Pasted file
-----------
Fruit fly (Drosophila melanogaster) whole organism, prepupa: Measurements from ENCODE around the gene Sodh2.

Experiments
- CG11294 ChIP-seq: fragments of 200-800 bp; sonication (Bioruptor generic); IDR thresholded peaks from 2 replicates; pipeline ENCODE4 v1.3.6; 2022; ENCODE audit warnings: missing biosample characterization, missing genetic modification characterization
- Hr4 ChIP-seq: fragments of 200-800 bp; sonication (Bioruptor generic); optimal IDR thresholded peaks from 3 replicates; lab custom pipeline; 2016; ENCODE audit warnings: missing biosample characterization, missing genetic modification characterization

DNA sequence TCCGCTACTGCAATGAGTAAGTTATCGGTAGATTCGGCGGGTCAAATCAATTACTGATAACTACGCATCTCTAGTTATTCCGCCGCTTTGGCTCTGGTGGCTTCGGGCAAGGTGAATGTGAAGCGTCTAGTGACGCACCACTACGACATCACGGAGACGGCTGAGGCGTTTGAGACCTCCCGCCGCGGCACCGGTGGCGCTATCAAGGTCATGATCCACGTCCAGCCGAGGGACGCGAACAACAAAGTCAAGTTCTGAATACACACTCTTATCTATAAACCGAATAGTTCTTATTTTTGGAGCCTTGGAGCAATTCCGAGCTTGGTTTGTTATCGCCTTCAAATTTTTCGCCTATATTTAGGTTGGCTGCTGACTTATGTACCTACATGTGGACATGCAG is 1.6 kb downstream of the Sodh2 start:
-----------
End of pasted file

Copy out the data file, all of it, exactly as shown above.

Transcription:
Fruit fly (Drosophila melanogaster) whole organism, prepupa: Measurements from ENCODE around the gene Sodh2.

Experiments
- CG11294 ChIP-seq: fragments of 200-800 bp; sonication (Bioruptor generic); IDR thresholded peaks from 2 replicates; pipeline ENCODE4 v1.3.6; 2022; ENCODE audit warnings: missing biosample characterization, missing genetic modification characterization
- Hr4 ChIP-seq: fragments of 200-800 bp; sonication (Bioruptor generic); optimal IDR thresholded peaks from 3 replicates; lab custom pipeline; 2016; ENCODE audit warnings: missing biosample characterization, missing genetic modification characterization

DNA sequence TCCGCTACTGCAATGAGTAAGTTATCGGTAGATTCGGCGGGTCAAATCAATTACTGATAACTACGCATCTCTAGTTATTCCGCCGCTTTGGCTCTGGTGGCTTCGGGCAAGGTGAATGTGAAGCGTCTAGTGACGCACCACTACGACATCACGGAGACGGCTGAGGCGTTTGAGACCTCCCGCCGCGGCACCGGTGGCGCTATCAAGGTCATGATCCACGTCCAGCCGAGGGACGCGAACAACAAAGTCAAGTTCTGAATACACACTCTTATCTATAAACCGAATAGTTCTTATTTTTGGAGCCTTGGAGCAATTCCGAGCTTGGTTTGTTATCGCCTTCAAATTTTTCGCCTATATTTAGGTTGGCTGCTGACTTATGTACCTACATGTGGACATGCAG is 1.6 kb downstream of the Sodh2 start: